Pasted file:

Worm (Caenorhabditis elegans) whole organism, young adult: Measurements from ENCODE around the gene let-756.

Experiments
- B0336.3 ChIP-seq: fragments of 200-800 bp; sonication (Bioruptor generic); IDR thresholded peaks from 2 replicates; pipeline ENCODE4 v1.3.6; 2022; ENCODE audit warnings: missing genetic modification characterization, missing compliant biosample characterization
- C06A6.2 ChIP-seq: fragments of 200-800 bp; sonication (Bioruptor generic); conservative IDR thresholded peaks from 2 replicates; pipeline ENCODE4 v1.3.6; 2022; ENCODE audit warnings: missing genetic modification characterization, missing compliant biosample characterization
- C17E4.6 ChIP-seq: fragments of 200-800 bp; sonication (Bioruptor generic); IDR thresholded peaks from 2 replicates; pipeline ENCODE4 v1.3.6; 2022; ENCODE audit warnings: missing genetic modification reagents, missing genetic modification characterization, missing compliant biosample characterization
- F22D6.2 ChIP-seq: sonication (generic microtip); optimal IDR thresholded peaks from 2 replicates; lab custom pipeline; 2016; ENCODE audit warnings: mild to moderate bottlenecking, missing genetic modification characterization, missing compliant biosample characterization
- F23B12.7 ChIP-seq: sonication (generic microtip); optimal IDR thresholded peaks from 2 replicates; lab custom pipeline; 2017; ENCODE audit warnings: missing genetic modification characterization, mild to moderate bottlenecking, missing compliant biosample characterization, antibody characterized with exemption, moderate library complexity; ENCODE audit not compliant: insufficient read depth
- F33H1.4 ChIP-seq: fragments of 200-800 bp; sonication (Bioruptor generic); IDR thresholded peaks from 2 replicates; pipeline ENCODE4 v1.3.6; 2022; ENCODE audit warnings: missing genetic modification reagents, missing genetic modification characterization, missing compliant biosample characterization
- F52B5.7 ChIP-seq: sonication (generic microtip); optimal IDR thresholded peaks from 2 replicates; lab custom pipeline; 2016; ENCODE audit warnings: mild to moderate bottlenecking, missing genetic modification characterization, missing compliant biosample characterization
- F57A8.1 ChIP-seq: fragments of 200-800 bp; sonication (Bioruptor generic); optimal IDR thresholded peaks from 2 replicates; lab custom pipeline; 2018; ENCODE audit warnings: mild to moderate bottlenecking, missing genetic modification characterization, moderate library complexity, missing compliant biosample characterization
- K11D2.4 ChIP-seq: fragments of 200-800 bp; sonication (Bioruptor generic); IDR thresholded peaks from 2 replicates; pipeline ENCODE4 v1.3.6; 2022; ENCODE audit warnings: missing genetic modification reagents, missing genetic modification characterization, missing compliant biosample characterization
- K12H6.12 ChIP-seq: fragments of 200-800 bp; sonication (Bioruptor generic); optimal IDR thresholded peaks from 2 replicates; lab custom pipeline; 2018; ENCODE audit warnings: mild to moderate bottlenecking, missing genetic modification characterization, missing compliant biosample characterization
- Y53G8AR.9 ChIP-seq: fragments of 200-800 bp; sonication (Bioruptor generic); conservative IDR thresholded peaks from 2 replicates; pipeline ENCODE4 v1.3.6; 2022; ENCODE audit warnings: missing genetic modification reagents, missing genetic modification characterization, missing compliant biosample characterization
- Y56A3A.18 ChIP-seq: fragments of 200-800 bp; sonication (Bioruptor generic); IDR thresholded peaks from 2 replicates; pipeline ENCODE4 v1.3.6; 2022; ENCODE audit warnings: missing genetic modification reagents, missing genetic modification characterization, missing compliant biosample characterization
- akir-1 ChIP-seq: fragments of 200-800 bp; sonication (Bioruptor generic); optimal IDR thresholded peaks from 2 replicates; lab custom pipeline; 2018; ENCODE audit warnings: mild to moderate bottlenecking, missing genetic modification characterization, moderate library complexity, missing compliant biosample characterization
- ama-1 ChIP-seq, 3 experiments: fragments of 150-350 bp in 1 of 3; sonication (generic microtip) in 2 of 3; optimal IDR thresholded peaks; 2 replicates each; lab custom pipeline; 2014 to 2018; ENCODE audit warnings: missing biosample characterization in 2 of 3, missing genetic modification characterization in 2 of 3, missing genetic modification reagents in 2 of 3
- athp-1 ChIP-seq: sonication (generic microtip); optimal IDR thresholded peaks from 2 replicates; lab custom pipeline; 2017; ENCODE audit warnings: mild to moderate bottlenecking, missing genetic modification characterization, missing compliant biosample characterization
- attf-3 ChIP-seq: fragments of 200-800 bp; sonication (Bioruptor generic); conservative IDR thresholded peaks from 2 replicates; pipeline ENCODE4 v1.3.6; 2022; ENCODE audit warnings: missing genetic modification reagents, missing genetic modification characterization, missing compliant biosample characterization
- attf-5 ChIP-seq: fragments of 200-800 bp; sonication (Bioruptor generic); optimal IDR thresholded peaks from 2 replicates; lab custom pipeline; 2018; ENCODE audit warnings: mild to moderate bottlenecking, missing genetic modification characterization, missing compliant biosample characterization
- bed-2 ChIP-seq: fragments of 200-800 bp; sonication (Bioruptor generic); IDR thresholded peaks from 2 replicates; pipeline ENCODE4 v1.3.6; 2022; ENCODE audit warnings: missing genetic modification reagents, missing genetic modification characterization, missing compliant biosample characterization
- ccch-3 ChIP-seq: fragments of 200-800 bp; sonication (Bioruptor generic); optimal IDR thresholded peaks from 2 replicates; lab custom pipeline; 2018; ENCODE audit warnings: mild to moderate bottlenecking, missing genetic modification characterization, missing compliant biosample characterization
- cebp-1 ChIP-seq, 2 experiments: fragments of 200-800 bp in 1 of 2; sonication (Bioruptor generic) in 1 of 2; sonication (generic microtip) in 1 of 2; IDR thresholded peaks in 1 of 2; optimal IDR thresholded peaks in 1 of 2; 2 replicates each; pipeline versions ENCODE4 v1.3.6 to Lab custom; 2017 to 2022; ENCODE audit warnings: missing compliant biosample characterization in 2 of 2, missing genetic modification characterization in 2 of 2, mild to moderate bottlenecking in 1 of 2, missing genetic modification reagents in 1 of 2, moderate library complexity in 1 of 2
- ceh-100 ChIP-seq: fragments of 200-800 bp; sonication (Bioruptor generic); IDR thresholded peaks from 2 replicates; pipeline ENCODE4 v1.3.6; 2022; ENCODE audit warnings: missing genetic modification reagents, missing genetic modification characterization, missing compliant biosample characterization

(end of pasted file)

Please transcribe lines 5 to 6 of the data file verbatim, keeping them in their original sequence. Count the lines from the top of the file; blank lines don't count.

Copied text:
- C17E4.6 ChIP-seq: fragments of 200-800 bp; sonication (Bioruptor generic); IDR thresholded peaks from 2 replicates; pipeline ENCODE4 v1.3.6; 2022; ENCODE audit warnings: missing genetic modification reagents, missing genetic modification characterization, missing compliant biosample characterization
- F22D6.2 ChIP-seq: sonication (generic microtip); optimal IDR thresholded peaks from 2 replicates; lab custom pipeline; 2016; ENCODE audit warnings: mild to moderate bottlenecking, missing genetic modification characterization, missing compliant biosample characterization